Dr Amir Ali: SL Archaeology aims to obliterate Tamil traces, shrink territory of Muslims in East

[TamilNet, Friday, 19 June 2020, 23:30 GMT]
In Israel and India, archaeology is used as a weapon to disenfranchise a whole community, writes Dr Amir Ali, a renowned academic based in Australia, in a guest column of the Colombo-based Daily Financial Times on Friday. “What the Sri Lankan archaeologists did was no different from what Israeli and Western archaeologists accomplished in Palestine,” he observes. “From the time of independence, archaeology has been a powerful tool in the hands of Sinhalese nationalists to obliterate any vestiges of an ancient Tamil civilisation in Sri Lanka,” writes Dr Ali from the School of Business and Governance in Murdoch University, Western Australia.

The Tamil Tigers, who controlled the North for 30 years left the Buddhist relics untouched “because they must have believed that those ancient relics are a heritage of the whole humanity, and not belonged to the Sinhalese or Buddhists only,” Amir Ali observers.

“With the defeat of the LTTE, archaeological activities in the North received fresh impetus, spearheaded by an ultra-nationalist and supremacist Buddhist clergy backed by armed forces. The main objective behind this activity was to justify and encourage Sinhalese encroachment into areas claimed by Tamils as their traditional homeland,” he observes.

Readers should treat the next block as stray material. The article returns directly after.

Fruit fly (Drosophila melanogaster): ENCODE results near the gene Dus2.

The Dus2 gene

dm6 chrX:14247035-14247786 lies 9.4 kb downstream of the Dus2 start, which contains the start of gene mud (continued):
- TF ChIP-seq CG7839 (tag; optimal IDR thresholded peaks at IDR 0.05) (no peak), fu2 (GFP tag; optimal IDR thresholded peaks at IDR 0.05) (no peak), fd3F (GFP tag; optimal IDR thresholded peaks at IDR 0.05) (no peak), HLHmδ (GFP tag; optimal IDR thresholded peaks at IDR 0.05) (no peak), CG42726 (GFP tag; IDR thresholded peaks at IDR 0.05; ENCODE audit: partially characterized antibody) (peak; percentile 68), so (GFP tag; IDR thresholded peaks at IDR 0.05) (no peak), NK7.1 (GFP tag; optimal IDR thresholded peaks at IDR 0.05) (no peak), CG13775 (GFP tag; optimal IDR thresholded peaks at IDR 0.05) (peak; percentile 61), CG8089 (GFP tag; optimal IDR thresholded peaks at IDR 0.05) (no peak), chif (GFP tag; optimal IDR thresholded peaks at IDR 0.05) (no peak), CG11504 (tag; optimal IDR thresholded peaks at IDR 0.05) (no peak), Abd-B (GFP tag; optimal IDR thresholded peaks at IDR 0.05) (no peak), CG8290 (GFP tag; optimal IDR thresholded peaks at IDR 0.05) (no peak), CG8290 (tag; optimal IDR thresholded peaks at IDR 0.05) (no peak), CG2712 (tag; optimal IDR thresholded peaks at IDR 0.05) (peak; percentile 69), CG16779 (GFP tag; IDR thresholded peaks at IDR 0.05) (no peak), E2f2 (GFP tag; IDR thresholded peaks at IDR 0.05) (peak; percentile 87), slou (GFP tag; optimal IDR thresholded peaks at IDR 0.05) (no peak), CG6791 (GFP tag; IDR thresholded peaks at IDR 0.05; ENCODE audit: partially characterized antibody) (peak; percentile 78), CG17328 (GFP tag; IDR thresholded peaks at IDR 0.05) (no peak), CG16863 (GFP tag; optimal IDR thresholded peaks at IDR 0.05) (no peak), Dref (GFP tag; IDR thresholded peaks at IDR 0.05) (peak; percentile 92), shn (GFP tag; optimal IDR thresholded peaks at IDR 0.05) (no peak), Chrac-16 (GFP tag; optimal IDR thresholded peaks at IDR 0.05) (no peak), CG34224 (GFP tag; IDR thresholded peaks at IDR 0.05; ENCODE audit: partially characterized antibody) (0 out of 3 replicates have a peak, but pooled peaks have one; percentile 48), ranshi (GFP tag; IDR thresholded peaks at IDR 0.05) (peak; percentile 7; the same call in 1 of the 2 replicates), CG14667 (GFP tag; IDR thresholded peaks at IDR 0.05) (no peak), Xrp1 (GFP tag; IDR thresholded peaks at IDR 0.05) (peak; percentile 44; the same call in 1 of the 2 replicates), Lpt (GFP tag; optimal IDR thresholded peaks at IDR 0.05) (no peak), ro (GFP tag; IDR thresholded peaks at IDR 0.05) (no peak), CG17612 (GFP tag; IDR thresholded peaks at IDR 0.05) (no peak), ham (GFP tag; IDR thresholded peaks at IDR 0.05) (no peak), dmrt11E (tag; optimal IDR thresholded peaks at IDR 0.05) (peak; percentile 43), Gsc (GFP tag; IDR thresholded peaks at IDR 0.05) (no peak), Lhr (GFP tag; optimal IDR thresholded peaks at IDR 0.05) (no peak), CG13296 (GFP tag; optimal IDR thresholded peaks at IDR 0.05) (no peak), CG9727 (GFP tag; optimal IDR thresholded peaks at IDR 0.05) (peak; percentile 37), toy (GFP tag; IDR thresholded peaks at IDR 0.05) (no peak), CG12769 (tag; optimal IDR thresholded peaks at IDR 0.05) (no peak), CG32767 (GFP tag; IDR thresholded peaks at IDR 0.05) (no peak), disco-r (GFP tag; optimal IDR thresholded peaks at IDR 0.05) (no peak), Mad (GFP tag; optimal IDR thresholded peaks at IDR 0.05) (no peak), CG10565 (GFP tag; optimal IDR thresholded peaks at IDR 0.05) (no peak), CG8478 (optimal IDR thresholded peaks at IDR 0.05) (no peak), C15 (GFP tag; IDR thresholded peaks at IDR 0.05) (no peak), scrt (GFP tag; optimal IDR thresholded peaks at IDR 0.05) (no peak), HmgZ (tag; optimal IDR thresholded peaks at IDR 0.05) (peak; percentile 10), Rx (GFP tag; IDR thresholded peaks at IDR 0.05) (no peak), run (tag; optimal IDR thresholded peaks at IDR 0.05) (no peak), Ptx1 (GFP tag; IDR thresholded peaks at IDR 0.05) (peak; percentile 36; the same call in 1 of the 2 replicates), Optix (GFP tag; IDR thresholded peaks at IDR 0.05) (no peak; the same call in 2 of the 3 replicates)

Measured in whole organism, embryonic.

There is no questioning the fact that ancient ruins should be protected because they are not only part of a nation’s history but also are the heritage of humanity. This is one of the reasons why UNESCO was created, which keeps watch on preserving ancient heritage sites, the academic who hails from Kaaththaankudi writes.

“But, what is questioned and feared is the political motive behind certain archaeological activities. They have become weapons in the hands of ultranationalists to promote Buddhist settlements, which can upset the demographic balance and destroy ethnic harmony in the region.”

Apart from the heritage perspective, Dr Ali was also pointing out the disparity of land allocation among the Tamils, Sinhalese and Muslims in the three districts of the Eastern province.

According to 2012 census statistics, Tamils, Muslims and Sinhalese form roughly 40%, 37% and 23% of the population respectively. But, in terms of land holdings, Muslims overall are at a terrific disadvantage, he notes.

In the province as a whole, Muslims with 37% population hold only around 3% of non-contiguous land.

For example, Batticaloa District, with 73% Tamils, 26% Muslims and 1% Sinhalese, has a total area of 2,632.7 km squared of which 106.3 km squared are water-filled, which leaves a total land area of 2,464.4 km squared. Of this land, Muslims who form one-quarter of the population hold only 30 km squared or less than even 1%.

How congested their settlements could be witnessed in Kattankudy, where nearly 50,000 souls are cramped into a land area of little over 3 km squared. Likewise in the Ampara District 26,000 Muslims are packed into a land area of 6 km squared in Sainthamaruthu.

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An interview recorded in Tamil and English by TamilNet during Dr Ali’s trip to the island in 2018 is reproduced below:





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DailyFT: Archaeological Task Force to shrink space for Muslims


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